In addition to the three provided stage1 images, you can create your own for specific isolation requirements. If no configuration is set, the default stage1 is used. There are two ways to select a different stage1; either per-node, or per-pod:

apiVersion: v1
kind: Pod
  name: kubelet
  namespace: kube-system
    k8s-app: kubelet
  - name: kubelet
    - kubelet
    - --api-servers=
    - --config=/etc/kubernetes/manifests
    - --allow-privileged
    - --kubeconfig=/etc/kubernetes/kubeconfig
      privileged: true

Notes on using different stage1 images

Setting the stage1 annotation could potentially give the pod root privileges. Because of this, the privileged boolean in the pod’s securityContext must be set to true.

Use rkt’s contained network with the KVM stage1, because the CNI plugin driver does not yet fully support the hypervisor-based runtime.

Known issues and differences between rkt and Docker

rkt and the default node container engine have very different designs, as do rkt’s native ACI and the Docker container image format. Users may experience different behaviors when switching from one container engine to the other. More information can be found in the Kubernetes rkt notes.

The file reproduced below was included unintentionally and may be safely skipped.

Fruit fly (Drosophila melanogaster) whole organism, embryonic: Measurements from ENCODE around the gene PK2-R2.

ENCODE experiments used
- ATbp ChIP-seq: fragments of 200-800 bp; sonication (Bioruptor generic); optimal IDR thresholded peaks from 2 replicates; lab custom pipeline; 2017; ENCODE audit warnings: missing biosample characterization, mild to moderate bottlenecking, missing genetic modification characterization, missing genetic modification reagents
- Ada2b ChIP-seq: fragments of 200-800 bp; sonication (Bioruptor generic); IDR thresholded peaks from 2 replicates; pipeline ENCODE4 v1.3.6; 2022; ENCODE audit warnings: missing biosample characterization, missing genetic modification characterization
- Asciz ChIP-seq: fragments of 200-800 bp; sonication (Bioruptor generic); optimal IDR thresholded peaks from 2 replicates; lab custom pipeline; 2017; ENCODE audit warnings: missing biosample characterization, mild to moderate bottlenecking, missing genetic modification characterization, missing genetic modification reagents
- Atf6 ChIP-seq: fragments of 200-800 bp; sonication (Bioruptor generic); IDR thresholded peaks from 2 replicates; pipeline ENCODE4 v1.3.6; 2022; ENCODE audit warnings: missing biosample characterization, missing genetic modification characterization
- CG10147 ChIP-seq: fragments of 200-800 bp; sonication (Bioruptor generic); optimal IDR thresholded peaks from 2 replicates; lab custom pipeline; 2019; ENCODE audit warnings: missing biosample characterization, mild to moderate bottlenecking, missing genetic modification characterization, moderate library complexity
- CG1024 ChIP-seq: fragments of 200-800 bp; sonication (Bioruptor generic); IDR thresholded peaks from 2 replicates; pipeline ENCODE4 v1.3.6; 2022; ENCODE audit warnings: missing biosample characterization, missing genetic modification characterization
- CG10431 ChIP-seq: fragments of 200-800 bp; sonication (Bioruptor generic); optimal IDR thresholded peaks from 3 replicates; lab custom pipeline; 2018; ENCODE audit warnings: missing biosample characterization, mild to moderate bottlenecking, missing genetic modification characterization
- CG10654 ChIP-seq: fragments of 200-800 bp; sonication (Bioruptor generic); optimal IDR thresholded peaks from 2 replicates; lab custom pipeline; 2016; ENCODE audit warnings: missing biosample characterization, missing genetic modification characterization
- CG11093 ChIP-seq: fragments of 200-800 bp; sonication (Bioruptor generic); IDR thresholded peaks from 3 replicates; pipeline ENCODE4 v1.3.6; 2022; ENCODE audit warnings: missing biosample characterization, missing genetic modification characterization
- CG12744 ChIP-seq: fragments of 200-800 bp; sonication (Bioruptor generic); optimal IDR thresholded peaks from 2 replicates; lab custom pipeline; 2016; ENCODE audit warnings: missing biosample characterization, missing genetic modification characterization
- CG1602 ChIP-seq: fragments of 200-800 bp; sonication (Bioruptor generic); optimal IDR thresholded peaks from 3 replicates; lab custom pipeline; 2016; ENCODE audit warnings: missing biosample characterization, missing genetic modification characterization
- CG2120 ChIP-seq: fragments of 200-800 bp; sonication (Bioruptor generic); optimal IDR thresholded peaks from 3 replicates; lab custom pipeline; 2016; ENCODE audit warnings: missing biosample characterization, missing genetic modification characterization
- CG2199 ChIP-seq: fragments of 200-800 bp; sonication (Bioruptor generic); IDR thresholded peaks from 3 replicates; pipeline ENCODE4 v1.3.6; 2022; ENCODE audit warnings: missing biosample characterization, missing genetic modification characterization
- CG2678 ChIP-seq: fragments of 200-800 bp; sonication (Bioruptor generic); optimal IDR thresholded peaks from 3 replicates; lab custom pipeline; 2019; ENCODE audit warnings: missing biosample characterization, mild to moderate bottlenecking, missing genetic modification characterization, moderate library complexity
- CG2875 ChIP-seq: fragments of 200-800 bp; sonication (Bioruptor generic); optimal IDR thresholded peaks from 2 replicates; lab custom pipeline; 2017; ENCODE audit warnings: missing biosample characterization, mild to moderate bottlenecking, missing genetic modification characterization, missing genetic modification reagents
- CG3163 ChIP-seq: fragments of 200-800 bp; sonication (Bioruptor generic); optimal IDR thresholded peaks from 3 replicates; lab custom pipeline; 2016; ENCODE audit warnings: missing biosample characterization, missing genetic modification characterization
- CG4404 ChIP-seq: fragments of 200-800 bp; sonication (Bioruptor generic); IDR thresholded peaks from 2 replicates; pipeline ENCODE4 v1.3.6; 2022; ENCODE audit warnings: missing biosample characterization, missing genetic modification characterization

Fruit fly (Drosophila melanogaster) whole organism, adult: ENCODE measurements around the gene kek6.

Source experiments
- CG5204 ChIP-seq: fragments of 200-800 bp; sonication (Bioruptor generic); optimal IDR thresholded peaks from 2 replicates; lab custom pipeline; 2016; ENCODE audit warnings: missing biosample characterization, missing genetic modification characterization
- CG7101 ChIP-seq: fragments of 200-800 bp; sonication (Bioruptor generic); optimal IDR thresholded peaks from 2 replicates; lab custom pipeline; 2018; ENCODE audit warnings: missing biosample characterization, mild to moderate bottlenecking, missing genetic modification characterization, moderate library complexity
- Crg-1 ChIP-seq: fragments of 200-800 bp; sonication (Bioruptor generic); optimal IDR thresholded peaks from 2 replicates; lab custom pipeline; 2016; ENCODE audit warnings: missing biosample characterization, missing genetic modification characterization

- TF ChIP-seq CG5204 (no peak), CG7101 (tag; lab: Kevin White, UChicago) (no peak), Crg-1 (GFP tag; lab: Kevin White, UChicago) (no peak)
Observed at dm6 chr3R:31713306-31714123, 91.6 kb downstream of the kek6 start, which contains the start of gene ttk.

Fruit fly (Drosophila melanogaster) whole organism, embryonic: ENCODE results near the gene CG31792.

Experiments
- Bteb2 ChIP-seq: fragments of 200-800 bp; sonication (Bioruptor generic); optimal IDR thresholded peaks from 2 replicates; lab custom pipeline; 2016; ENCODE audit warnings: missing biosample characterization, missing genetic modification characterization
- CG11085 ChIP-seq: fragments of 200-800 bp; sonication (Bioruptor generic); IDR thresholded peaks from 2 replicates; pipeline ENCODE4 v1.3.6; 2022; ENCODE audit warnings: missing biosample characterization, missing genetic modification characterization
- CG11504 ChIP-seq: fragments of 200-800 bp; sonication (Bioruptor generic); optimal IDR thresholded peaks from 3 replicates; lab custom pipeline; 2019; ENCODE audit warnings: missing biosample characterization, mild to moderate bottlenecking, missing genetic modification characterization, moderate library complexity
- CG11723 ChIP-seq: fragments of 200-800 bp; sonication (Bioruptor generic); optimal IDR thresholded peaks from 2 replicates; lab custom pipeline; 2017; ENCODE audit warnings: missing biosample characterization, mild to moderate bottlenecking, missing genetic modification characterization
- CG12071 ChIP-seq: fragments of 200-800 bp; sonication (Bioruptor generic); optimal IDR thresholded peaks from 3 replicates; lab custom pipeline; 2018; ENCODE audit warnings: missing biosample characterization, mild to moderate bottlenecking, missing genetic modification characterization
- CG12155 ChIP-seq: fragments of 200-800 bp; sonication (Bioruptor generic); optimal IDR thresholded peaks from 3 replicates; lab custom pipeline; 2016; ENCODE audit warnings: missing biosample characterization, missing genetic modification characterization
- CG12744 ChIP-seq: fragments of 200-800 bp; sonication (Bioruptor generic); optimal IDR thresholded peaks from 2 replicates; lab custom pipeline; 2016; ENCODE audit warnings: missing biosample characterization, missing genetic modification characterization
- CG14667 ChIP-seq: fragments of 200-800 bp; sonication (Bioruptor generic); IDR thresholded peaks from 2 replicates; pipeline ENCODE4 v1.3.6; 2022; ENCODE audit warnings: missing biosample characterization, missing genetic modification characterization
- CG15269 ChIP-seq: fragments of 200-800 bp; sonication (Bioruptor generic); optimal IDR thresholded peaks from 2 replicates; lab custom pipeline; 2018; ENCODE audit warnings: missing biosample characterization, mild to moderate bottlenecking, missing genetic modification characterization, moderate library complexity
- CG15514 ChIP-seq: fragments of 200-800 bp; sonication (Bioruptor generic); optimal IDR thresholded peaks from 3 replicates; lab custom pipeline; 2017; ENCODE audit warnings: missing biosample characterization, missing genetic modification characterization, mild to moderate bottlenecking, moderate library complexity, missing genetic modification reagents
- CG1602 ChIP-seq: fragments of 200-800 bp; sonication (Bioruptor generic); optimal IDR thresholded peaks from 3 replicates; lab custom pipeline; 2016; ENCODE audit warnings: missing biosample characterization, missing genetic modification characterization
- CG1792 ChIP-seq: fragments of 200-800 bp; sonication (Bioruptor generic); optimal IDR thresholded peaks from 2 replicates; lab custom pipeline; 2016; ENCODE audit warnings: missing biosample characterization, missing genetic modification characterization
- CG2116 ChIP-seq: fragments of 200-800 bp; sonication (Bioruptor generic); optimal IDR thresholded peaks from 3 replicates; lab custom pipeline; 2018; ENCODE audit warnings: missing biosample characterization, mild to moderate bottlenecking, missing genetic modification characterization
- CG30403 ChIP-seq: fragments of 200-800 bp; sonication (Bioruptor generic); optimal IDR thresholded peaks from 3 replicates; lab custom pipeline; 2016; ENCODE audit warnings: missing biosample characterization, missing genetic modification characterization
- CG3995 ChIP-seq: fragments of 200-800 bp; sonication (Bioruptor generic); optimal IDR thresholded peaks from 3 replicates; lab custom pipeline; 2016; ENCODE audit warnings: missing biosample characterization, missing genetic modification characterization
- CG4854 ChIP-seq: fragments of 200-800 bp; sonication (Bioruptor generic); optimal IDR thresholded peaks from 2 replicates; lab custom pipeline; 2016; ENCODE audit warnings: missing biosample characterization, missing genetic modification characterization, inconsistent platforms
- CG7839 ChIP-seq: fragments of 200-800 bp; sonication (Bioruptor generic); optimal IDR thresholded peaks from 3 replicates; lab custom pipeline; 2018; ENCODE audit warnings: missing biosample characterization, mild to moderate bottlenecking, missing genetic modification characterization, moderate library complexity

Here are a few tips for troubleshooting Kubernetes with the rkt container engine:

Check rkt pod status

To check the status of running pods, use the rkt subcommands rkt list, rkt status, and rkt image list. See the rkt commands documentation for more information about rkt subcommands.

Check journal logs

Check a pod’s log using journalctl on the node. Pods are managed and named as systemd units. The pod’s unit name is formed by concatenating a k8s_ prefix with the pod UUID, in a format like k8s_${RKT_UUID}. Find the pod’s UUID with rkt list to assemble its service name, then ask journalctl for the logs:

$ sudo journalctl -u k8s_ad623346

Log verbosity

By default, the log verbosity level is 2. In order to see more log messages related to rkt, set this level to 4 or above. For a local cluster, set the environment variable: LOG_LEVEL=4.

Check Kubernetes events and logs.

Kubernetes provides various tools for troubleshooting and examination. More information can be found in the app troubleshooting guide.